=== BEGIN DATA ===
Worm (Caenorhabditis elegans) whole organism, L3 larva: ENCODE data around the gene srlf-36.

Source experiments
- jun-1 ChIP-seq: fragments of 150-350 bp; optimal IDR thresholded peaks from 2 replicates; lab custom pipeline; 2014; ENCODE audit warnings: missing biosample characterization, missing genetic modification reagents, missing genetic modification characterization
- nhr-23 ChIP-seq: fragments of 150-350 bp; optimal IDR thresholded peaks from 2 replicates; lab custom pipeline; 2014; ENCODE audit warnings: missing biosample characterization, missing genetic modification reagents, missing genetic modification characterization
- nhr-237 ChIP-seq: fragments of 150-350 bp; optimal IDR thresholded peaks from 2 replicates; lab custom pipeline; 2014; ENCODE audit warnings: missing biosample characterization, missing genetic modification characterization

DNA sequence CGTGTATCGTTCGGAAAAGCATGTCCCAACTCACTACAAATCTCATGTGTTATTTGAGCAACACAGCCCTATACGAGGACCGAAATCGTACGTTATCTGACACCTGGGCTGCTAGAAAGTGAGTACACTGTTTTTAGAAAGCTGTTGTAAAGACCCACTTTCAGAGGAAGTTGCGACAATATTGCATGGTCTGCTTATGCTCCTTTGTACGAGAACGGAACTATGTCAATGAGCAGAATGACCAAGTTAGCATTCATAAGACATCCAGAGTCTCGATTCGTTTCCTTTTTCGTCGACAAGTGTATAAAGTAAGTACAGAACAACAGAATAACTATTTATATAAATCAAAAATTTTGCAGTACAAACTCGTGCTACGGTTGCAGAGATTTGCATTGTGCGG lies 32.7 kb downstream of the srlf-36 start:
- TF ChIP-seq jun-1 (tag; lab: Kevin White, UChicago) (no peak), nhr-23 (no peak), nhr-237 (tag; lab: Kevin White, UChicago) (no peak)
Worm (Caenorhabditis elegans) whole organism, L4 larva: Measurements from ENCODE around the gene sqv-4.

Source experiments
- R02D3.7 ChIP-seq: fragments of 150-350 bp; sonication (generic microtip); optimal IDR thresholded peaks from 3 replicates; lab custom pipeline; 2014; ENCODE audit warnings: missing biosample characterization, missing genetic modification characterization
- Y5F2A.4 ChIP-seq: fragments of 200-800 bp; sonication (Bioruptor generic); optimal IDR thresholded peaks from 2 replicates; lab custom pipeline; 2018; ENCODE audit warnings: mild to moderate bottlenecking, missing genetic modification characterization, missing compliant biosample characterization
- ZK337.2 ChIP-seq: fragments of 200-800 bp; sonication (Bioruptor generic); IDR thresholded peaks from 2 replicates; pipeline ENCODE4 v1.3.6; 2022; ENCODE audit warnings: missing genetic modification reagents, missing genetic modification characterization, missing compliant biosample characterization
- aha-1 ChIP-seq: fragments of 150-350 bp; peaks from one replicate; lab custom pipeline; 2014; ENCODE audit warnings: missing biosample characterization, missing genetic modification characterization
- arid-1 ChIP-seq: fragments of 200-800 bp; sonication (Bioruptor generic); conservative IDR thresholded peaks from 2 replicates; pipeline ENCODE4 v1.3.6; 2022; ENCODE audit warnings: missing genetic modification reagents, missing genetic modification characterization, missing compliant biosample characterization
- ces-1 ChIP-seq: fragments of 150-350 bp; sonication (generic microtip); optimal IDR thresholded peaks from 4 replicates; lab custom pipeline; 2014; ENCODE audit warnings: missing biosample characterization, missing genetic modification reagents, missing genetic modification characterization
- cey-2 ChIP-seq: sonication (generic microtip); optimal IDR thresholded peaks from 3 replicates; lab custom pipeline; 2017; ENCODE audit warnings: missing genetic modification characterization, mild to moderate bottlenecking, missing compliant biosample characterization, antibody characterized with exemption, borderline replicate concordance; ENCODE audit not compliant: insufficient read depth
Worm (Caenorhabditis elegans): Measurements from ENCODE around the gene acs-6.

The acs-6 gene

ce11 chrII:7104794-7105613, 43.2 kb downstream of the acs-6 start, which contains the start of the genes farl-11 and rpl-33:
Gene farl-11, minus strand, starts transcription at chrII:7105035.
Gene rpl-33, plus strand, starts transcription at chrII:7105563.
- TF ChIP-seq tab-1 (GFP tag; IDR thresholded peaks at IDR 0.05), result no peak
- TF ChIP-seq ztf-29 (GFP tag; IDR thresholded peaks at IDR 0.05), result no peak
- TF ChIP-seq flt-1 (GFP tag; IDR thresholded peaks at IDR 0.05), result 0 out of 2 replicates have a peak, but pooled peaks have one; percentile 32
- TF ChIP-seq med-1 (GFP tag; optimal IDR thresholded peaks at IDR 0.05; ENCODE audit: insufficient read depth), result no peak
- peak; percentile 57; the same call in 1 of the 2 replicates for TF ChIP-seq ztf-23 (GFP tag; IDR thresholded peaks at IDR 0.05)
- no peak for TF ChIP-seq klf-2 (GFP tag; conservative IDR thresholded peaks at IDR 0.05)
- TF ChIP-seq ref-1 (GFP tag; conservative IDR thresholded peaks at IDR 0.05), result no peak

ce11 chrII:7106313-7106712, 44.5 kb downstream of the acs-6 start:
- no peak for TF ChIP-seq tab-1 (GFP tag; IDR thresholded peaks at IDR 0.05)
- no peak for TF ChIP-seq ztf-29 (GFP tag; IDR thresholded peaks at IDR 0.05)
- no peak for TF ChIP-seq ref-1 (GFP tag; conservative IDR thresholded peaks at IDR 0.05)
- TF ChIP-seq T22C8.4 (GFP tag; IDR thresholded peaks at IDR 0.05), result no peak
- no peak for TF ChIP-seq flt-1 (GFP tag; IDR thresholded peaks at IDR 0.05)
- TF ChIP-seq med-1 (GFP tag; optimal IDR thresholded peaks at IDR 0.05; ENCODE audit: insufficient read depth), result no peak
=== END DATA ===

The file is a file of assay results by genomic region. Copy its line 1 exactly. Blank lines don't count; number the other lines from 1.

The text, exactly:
Worm (Caenorhabditis elegans) whole organism, L3 larva: ENCODE data around the gene srlf-36.